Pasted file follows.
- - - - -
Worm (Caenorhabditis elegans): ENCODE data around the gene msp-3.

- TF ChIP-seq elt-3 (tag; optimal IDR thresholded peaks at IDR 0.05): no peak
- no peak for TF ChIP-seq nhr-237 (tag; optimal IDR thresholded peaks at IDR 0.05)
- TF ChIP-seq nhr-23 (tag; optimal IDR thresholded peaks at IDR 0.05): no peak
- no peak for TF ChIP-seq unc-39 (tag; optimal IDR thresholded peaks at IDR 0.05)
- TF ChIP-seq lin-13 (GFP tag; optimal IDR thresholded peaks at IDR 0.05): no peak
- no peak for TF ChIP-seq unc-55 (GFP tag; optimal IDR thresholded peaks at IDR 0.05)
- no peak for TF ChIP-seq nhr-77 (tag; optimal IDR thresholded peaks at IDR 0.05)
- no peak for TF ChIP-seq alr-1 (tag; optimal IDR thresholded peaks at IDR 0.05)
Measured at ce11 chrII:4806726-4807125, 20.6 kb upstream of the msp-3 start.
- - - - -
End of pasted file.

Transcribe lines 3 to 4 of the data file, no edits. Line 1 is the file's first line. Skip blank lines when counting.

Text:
- no peak for TF ChIP-seq nhr-237 (tag; optimal IDR thresholded peaks at IDR 0.05)
- TF ChIP-seq nhr-23 (tag; optimal IDR thresholded peaks at IDR 0.05): no peak